Business Transactions: Definition

A transaction (also termed a business transaction or financial transaction) refers to an exchange of value. In business, a transaction is an exchange of goods or services at a particular price.

Every transaction changes the financial position of a business. For this reason, all transactions must be recorded in the books of accounts.

Examples

Examples of transactions include the payment of salaries to workers, the purchase of merchandise from a supplier on credit, or the purchase of machinery for cash.

Classification/Types of Business Transactions

Business transactions can be classified as follows:

  1. Cash and credit transactions
  2. Internal and external transactions

A brief explanation of each type, along with examples, is given below.

Cash Transaction

When cash is paid or received at the time of a transaction, the transaction is called a cash transaction. Importantly, when payments are made using credit cards or checks, these are also considered cash transactions.

Examples of cash transactions include the purchase of furniture for cash, the sale of merchandise for cash, and making a payment to a creditor by check.

Credit Transaction

When the payment or receipt of cash is not made immediately at the time of the transaction, and is instead postponed until a future date, the transaction is said to be a credit transaction.

Paper Transaction

When there is no question of meeting the value of a transaction, it is called a paper transaction. Examples of paper transactions include goods or cash lost.

Internal Transaction

A transaction that is not directly related to an outsider or an external party is called an internal transaction.

Examples of internal transactions include recording depreciation on a fixed asset, recording the loss of merchandise by fire, and the provision of goods and services to another business unit.

External Transaction

A transaction in which an outsider or external party is involved is known as an external transaction. Most transactions that a business makes during an accounting period are external transactions.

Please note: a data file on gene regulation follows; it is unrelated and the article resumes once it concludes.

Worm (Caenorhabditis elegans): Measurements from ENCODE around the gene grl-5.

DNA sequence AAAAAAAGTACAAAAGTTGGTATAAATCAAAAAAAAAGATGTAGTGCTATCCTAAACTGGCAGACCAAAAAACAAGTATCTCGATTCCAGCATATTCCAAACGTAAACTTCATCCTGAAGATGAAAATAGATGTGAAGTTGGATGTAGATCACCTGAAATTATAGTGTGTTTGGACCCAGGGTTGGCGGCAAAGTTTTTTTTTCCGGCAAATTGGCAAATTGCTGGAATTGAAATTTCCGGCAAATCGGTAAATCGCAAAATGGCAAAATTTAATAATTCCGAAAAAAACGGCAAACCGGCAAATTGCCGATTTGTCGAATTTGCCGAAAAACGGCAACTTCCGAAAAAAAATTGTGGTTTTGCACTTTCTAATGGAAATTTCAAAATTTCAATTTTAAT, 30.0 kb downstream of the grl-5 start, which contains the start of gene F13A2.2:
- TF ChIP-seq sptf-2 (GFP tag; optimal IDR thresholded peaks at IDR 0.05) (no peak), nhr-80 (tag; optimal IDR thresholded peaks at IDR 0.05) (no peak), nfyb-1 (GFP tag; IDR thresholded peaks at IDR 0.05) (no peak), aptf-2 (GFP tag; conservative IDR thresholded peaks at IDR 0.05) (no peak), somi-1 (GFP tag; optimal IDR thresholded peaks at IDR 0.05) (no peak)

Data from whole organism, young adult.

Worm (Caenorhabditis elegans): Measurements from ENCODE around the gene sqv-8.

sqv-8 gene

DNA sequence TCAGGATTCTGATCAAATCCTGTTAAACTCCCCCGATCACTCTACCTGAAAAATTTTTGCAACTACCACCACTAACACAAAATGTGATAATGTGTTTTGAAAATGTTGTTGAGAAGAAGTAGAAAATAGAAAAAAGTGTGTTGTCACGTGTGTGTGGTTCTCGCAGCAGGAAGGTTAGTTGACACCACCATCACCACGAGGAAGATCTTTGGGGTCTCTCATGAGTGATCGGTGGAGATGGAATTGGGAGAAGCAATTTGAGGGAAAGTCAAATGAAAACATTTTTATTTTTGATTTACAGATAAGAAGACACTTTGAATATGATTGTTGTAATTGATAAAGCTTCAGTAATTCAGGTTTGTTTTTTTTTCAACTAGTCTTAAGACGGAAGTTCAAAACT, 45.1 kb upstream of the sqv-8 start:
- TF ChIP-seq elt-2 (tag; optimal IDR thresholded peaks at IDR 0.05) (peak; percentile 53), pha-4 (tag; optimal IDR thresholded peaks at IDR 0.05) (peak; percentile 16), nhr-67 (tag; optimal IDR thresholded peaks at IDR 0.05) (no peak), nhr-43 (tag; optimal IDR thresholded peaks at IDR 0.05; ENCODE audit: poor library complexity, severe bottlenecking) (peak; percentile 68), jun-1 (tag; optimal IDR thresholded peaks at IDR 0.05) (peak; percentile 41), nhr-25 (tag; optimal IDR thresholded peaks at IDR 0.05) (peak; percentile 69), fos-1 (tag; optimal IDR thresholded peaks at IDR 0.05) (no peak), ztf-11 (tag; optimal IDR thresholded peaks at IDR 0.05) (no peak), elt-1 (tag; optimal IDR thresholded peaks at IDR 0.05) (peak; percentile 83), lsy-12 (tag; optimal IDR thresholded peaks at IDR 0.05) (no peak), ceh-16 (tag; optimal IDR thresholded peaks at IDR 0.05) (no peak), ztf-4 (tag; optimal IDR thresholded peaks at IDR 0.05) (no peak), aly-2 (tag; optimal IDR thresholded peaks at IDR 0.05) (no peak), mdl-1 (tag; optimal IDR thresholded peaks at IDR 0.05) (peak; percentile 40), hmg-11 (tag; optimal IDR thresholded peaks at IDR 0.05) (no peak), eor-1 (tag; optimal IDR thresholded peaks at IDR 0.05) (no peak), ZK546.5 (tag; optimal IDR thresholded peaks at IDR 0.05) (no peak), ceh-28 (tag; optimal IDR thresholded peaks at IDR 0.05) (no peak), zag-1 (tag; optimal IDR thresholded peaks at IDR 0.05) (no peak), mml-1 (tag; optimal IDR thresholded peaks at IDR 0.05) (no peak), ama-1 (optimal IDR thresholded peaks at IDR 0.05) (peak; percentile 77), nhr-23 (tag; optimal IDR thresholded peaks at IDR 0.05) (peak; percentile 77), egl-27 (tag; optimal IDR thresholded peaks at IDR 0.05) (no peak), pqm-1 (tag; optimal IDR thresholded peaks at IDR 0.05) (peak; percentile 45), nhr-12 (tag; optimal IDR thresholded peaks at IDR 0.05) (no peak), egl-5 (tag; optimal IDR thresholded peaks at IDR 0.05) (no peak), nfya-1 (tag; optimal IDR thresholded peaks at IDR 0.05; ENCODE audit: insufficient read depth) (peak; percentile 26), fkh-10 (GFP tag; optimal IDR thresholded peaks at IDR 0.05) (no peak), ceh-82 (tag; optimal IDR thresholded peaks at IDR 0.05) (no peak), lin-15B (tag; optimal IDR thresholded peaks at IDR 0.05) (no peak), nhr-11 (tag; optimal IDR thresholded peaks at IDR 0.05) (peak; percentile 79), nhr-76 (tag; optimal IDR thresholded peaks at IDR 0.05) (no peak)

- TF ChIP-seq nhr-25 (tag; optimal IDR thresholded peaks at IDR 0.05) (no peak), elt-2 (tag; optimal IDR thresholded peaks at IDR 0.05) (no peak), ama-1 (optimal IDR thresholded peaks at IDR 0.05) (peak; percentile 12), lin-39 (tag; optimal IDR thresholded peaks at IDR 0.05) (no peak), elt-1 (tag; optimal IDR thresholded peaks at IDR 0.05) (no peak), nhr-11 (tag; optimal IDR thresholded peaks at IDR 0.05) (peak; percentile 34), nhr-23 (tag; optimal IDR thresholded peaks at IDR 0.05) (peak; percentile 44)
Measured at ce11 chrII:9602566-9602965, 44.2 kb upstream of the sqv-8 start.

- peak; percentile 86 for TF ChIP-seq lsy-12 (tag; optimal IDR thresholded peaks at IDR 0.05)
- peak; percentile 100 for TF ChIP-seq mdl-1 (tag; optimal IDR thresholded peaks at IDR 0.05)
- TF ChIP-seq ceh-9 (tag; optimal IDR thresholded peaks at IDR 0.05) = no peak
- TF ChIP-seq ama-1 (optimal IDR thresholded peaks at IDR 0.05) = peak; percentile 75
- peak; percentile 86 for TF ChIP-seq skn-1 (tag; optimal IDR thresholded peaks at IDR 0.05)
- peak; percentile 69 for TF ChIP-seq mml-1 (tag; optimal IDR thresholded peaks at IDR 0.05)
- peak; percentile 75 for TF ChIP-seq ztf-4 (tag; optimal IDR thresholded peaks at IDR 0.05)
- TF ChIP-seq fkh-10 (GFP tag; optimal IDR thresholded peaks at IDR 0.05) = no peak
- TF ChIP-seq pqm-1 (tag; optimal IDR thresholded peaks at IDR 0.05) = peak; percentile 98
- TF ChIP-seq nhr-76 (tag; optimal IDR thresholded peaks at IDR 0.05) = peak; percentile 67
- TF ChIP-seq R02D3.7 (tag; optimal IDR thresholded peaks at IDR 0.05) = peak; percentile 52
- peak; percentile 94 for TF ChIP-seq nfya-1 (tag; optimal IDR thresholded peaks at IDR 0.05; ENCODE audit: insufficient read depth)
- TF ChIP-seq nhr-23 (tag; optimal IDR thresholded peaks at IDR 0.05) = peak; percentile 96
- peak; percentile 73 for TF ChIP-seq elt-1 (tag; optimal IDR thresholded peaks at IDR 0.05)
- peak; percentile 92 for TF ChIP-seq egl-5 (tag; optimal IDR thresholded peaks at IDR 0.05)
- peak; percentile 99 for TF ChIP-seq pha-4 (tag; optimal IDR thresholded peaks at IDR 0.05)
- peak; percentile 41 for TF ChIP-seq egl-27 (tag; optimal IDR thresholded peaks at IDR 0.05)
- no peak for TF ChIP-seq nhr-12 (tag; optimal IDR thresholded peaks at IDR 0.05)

Examples of external transactions include the purchase of merchandise from a supplier, payment of cash to a creditor, and payment of salary to a worker.

Exercises

Frequently Asked Questions

What are business transactions?

A transaction (also termed a business transaction or financial transaction) refers to an exchange of value. In business, a transaction is an exchange of goods or services at a particular price.

What are some examples of transactions?

Examples of transactions include the payment of salaries to workers, the purchase of merchandise from a supplier on credit, or the purchase of machinery for cash.

What are the classification/types of business transactions?

Business transactions can be classified as either, cash and credit transactions or internal and external transactions.

What is a cash transaction?

When cash is paid or received at the time of a transaction, the transaction is called a cash transaction. Importantly, when payments are made using credit cards or checks, these are also considered cash transactions.

What are examples of cash transactions?

Examples of cash transactions include the purchase of furniture for cash, the sale of merchandise for cash, and making a payment to a creditor by check.

Disclaimer: The above references an opinion and is for information purposes only. It is not intended to be investment advice. Seek a duly licensed professional for investment advice.

True is a Certified Educator in Personal Finance (CEPF®), a member of the Society for Advancing Business Editing and Writing, contributes to his financial education site, Finance Strategists, and has spoken to various financial communities such as the CFA Institute, as well as university students like his Alma mater, Biola University, where he received a bachelor of science in business and data analytics.

To learn more about True, visit his personal website, view his author profile on Amazon, his interview on CBS, or check out his speaker profile on the CFA Institute website.